Loan Originator: Career Profile, Job Outlook and Education Requirements

Loan originators, also known as loan officers, initiate the process of securing a loan. A bachelor's degree in finance, economics, or a similar field is usually needed; some schools offer a certificate program in loan origination. Schools offering Accounting & Finance degrees can also be found in these popular choices.

What You Need to Know

Loan originators work for banks, mortgage companies, or other financial institutions and assist customers who wish to borrow money in order to finance a college education or purchase a car, house, or other expensive items and services. Some loan originators also act in a sales role and try to increase business by contacting potential customers.

Classes Real estate fraud, taxes, ethics, sales, marketing, underwriting
Degree Bachelor's degree
Job Outlook 8% job growth increase, from 2012-2022

Source: U.S. Bureau of Labor Statistics

What Are the Educational Requirements?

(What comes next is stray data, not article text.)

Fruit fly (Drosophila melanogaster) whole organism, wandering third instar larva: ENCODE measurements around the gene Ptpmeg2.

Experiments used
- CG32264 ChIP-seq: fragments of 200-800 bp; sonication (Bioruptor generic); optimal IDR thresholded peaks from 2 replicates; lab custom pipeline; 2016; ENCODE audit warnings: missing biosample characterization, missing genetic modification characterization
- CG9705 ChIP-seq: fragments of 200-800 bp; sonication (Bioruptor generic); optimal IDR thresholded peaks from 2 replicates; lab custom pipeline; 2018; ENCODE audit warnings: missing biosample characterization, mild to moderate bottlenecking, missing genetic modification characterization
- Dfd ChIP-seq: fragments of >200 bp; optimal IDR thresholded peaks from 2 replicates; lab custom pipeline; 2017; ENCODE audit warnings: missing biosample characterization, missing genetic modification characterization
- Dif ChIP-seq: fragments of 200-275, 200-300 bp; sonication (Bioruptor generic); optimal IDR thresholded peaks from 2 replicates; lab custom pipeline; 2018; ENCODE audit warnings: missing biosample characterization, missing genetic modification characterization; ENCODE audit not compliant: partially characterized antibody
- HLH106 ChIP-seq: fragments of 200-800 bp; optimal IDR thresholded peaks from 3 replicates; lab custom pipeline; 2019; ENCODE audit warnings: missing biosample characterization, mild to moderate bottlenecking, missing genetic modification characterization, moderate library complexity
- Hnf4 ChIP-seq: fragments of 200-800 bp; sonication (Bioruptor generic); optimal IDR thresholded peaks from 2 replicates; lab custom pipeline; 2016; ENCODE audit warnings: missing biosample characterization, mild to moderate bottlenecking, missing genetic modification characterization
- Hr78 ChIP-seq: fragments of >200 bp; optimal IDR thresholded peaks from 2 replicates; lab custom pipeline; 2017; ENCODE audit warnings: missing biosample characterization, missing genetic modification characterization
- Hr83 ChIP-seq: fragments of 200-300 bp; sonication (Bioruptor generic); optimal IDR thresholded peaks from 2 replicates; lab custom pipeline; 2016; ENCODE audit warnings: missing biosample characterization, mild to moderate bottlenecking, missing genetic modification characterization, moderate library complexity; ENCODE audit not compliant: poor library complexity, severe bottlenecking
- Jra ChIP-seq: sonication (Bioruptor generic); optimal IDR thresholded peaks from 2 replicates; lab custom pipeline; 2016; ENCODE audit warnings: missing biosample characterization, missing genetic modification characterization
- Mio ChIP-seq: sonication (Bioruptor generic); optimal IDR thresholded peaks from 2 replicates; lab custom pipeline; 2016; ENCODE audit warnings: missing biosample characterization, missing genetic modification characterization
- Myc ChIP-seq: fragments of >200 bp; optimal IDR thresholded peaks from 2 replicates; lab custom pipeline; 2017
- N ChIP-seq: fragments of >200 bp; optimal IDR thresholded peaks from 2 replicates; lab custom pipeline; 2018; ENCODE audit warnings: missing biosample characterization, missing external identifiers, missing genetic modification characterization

Most companies that hire loan originators require applicants to have a bachelor's degree in finance, economics, or a related field. Some colleges offer a certificate program for those interested in a career in loan origination; classes include real estate taxes, real estate fraud, ethics, sales and marketing, underwriting, real estate economics, real estate financing, and titling. Many states require prospective loan originators to receive a license before they can accept a job in the field; some local schools offer training programs to help students pass these mandatory examinations.

What Is the Projected Job Outlook?

The U.S. Bureau of Labor Statistics reported that, from 2012 to 2022, job growth for loan officers was expected to increase at a rate of eight percent, about the national average. As of May 2014, the annual median salary for loan officers was $62,620, and those at the top of the industry usually made $128,390 or more per year, per BLS statistics; however, wages typically fluctuate depending upon the state of the economy. Almost three-quarters of loan officers work for a financial institution.

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